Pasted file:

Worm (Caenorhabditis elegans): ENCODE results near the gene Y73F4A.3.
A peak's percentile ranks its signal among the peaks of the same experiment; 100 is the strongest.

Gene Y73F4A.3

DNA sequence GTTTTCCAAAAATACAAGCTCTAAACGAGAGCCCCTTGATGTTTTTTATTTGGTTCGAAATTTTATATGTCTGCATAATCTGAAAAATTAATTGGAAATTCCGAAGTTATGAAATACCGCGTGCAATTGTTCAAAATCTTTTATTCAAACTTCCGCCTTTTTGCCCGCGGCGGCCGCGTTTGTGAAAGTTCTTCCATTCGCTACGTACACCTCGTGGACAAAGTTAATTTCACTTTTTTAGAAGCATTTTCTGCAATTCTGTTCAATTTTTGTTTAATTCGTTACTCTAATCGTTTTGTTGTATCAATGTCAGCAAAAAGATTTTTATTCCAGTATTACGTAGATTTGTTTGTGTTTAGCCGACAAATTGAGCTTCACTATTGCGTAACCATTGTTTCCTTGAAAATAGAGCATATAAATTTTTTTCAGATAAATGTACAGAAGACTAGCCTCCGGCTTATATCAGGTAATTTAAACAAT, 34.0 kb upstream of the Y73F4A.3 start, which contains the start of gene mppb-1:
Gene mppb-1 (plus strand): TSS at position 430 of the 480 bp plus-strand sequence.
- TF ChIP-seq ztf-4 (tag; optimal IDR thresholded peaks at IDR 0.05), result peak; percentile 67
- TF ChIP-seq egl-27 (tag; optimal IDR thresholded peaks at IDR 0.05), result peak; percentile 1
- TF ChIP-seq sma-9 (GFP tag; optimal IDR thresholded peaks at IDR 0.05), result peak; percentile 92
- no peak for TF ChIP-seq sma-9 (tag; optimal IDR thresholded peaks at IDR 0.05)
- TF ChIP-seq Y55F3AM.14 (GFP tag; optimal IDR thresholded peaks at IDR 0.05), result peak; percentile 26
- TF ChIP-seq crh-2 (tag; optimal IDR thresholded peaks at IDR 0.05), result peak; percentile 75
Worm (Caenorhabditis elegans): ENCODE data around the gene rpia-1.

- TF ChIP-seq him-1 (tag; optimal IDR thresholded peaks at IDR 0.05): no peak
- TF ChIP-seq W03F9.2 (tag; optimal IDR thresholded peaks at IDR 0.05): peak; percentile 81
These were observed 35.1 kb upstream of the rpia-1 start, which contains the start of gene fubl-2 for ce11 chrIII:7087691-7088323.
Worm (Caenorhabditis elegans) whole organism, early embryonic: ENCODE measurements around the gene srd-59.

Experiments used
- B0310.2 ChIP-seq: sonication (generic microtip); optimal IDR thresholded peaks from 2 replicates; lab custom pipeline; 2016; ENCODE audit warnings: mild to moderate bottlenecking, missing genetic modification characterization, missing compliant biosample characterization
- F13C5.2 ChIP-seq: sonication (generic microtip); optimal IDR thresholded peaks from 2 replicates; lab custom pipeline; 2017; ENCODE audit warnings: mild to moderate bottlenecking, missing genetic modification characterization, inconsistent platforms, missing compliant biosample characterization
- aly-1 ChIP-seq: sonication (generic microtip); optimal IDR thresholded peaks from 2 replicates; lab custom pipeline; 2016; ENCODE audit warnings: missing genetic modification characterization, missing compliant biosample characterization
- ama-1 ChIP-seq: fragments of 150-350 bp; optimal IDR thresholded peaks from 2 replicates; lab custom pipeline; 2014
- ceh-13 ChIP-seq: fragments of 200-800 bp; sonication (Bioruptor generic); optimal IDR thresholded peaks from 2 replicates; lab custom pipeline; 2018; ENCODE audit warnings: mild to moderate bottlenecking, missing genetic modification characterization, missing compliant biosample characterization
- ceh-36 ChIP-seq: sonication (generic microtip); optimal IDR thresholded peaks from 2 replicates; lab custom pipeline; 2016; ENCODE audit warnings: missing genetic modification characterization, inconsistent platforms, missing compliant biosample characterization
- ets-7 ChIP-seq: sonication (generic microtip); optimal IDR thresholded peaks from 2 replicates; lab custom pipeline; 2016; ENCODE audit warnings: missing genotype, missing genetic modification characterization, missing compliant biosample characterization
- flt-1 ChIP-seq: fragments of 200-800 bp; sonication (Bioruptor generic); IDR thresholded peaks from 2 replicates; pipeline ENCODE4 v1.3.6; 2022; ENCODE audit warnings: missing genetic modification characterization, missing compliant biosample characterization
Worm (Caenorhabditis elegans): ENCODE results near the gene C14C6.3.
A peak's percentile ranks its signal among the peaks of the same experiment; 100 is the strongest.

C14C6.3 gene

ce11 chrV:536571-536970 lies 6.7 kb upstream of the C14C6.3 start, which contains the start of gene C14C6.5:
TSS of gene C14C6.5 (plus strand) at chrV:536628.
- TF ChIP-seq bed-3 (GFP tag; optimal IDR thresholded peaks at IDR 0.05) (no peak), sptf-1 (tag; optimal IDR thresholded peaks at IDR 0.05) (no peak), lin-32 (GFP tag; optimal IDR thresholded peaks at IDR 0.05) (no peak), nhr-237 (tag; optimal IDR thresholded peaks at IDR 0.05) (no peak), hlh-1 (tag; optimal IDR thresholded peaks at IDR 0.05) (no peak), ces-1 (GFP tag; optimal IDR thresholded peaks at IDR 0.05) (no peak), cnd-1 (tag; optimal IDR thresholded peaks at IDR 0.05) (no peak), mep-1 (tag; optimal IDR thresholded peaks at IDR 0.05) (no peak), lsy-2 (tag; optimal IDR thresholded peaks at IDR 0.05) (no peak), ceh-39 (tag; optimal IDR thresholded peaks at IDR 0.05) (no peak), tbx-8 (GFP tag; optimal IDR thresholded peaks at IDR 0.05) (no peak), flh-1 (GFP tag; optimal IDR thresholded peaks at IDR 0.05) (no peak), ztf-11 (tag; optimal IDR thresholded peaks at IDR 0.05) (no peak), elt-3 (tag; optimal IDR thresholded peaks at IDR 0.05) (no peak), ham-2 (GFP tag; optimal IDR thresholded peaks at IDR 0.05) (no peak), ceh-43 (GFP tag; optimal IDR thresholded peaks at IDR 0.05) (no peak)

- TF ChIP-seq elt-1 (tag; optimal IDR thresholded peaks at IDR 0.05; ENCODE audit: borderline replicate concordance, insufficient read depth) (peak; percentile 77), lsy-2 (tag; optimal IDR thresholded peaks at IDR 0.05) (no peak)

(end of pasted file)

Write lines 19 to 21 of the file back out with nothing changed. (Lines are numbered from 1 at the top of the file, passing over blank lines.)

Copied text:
- F13C5.2 ChIP-seq: sonication (generic microtip); optimal IDR thresholded peaks from 2 replicates; lab custom pipeline; 2017; ENCODE audit warnings: mild to moderate bottlenecking, missing genetic modification characterization, inconsistent platforms, missing compliant biosample characterization
- aly-1 ChIP-seq: sonication (generic microtip); optimal IDR thresholded peaks from 2 replicates; lab custom pipeline; 2016; ENCODE audit warnings: missing genetic modification characterization, missing compliant biosample characterization
- ama-1 ChIP-seq: fragments of 150-350 bp; optimal IDR thresholded peaks from 2 replicates; lab custom pipeline; 2014